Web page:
They can also travel along a standard power transfer beam, and leave traces of anaphasic radiation in their wake. When bonded to a Human, the host's appearance may change, such as a change in the eye color.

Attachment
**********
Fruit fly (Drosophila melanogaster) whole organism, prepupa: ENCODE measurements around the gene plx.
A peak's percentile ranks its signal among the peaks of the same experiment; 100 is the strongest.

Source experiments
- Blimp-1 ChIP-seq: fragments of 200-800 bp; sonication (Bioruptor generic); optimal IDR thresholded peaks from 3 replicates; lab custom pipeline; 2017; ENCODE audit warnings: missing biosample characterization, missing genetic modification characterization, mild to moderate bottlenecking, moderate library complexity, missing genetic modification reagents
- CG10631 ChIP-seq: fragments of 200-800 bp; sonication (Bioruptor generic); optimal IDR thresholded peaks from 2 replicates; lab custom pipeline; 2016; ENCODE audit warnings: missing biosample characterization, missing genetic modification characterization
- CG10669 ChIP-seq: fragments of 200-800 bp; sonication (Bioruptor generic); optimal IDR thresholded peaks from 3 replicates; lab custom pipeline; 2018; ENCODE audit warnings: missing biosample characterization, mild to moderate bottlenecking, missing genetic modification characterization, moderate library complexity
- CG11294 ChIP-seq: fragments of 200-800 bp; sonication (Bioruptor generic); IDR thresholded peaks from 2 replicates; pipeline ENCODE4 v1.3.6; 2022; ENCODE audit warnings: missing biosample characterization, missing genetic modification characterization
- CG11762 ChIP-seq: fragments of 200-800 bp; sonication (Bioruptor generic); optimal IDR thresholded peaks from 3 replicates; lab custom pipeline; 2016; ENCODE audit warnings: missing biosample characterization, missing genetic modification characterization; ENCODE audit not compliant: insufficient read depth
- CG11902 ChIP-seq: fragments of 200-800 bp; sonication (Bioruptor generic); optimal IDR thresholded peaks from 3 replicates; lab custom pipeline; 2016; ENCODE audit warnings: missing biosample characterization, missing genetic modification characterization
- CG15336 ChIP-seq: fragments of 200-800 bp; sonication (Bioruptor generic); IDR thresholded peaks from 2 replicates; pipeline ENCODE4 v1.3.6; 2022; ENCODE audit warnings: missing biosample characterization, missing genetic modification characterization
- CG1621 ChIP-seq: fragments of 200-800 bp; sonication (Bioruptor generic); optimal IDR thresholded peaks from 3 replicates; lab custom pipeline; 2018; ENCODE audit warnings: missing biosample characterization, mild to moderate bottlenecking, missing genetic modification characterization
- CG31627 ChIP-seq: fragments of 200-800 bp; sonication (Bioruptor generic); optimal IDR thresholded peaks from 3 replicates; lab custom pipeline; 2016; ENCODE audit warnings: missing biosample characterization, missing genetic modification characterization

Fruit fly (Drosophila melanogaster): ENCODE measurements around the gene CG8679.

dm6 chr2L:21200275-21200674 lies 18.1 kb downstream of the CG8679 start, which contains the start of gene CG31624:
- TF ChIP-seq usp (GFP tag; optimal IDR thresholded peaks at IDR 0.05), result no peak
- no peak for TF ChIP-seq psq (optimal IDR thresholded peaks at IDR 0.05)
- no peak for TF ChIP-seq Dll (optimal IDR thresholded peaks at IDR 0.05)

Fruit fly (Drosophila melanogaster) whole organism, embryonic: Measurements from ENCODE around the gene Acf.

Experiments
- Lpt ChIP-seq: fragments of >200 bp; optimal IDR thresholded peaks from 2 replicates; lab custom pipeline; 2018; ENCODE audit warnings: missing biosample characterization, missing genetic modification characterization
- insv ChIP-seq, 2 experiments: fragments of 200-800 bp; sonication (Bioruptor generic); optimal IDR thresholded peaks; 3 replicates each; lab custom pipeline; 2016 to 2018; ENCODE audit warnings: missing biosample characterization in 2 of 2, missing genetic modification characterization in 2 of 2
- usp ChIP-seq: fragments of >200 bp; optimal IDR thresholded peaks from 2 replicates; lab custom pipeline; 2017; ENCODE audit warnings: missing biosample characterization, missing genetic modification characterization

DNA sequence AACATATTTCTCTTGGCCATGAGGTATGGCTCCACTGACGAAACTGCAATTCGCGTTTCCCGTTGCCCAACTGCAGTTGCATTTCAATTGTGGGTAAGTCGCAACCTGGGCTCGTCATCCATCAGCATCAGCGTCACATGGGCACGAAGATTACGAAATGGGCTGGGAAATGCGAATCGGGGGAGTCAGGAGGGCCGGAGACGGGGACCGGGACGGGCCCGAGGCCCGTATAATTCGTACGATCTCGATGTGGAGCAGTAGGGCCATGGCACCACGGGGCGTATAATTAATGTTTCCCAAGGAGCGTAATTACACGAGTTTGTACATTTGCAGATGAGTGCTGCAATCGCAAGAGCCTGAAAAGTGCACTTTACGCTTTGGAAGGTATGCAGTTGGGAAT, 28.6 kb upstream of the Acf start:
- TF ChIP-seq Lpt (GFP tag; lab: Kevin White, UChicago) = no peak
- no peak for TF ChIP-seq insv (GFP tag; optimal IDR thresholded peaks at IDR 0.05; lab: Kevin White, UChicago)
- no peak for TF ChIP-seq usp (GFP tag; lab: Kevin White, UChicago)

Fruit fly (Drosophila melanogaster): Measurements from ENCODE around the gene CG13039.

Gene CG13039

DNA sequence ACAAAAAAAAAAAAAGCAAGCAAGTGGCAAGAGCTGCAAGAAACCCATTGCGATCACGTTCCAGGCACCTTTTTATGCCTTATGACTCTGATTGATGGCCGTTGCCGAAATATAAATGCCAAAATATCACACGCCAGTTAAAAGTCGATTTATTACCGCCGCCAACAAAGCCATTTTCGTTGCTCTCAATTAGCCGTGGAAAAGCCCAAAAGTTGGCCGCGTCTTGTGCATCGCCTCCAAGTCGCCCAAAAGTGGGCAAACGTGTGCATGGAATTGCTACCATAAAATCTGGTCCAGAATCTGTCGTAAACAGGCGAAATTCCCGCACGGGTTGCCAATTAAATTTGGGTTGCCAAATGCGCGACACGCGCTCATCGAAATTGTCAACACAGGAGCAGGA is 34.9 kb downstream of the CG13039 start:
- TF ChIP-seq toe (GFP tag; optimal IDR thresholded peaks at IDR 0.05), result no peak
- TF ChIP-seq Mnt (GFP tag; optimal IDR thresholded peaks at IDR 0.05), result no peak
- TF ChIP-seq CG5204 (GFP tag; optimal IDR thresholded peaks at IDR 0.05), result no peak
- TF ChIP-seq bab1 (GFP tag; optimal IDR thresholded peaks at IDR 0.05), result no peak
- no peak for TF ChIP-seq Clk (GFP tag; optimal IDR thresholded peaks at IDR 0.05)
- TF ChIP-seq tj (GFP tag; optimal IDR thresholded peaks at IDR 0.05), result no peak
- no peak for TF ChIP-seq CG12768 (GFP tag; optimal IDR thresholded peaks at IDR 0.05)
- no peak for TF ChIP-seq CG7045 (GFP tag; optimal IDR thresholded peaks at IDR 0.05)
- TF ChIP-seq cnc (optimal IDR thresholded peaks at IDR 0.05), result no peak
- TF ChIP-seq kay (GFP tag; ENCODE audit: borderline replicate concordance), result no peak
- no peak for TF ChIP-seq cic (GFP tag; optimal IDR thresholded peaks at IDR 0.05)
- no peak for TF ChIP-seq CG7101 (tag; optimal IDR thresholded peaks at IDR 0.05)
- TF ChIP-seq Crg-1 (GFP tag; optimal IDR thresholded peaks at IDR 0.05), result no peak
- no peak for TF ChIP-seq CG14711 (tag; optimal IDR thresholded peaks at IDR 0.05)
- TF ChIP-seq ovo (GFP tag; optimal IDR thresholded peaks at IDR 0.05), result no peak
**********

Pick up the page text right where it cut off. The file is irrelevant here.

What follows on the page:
The anaphasic lifeform, in its non-corporeal form, was a computer generated effect (CGI), using for the first time in televised Star Trek the LightWave 3D software (at the time still the software component of the Amiga Video Toaster Suite package, and later on the software package of choice for the Star Trek television franchise), provided by Digital Magic's Joe Conti and Tim McHugh. It was a conscious effort to gain more creative control in contrast to the traditional usage of liquid nitrogen against black velvet, called by Visual Effects Supervisor David Stipes, "an act of God", due to the fact that once employed, getting a good usable shot, using this method, was very much a "luck of the draw" process. (Star Trek: The Next Generation Companion (1st ed., p. 281)) Digital Magic continued to experiment with LightWave 3D software in the remainder of the series, creating, among others, the plasma stream in the later episode "Eye of the Beholder".